Conference on Latin American History 2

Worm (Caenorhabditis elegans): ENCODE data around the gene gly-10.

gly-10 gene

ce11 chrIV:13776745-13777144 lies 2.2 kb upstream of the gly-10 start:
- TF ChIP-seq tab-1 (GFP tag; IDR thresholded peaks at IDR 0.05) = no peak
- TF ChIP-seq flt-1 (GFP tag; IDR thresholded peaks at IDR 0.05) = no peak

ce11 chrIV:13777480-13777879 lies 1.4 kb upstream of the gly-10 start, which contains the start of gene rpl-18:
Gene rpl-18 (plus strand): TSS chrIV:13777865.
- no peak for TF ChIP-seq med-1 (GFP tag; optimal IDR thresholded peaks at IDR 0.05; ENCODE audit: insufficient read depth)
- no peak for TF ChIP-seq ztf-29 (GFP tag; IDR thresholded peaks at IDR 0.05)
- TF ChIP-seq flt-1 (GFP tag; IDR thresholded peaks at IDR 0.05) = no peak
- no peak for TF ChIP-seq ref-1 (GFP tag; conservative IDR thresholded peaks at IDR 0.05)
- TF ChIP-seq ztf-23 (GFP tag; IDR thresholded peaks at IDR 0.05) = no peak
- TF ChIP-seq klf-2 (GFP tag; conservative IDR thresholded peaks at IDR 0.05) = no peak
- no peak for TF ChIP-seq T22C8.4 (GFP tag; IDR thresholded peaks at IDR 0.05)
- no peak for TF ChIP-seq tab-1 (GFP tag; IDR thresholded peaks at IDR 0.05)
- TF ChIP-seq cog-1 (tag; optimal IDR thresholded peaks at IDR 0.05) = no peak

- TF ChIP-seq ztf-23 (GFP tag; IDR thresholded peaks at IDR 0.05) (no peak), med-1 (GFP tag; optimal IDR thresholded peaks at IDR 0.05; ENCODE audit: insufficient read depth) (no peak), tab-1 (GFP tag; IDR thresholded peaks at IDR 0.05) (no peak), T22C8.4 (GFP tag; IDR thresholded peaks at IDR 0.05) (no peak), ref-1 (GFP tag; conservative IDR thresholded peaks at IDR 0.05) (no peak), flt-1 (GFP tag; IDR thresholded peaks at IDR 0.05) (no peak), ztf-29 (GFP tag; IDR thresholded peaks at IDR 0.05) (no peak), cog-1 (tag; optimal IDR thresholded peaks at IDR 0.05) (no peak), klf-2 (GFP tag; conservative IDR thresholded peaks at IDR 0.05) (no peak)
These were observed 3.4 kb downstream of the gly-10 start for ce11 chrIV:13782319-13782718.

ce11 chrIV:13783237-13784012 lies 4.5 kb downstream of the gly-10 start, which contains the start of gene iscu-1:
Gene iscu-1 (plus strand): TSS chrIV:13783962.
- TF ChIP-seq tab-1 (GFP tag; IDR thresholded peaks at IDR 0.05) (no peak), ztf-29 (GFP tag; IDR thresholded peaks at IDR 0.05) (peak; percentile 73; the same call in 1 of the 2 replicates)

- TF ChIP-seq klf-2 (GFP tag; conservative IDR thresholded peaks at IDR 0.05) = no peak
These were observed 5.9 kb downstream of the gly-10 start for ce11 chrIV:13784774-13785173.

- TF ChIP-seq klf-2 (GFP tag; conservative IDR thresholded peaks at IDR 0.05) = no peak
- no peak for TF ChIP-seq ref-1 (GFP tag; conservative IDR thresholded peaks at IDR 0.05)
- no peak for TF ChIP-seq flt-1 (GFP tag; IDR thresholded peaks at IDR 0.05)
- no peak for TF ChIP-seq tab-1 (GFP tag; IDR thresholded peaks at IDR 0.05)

The papers in this session analyze the multiple cultural, political, and spatial constructions of blackness in post-independence Mexico: when emancipation, not slavery, was the most common historical reference. They collectively nuance if not to deconstruct the paradigms of assimilation, silencing, and erasure that minimize Mexico’s place in the African Diaspora. They address three broadly defined but unexplored periods of Afro-Mexican history: the years of and immediately following the abolition of slavery and racial categories; the late-nineteenth century, when people could still trace their family ancestries back to slavery but once official racial categories had been exorcised for several decades; and the early-twentieth century, when blackness had been fully removed from state visions of the Mexican populace and the everyday negotiations of state formation. This session contends that the abolition of racial signifiers—the making of a so-called post-racial society—did not banish blackness from Mexico’s historical narrative, cultural cartography, or historical archives. More importantly, it argues that the politics of Mexican blackness cannot be reduced to a wholesale program of state-sponsored erasure. Instead, popular actors, cultural producers, and statesmen used culture, language, symbolism, and law to make and remake African-descended identities in nineteenth- and twentieth-century Mexico.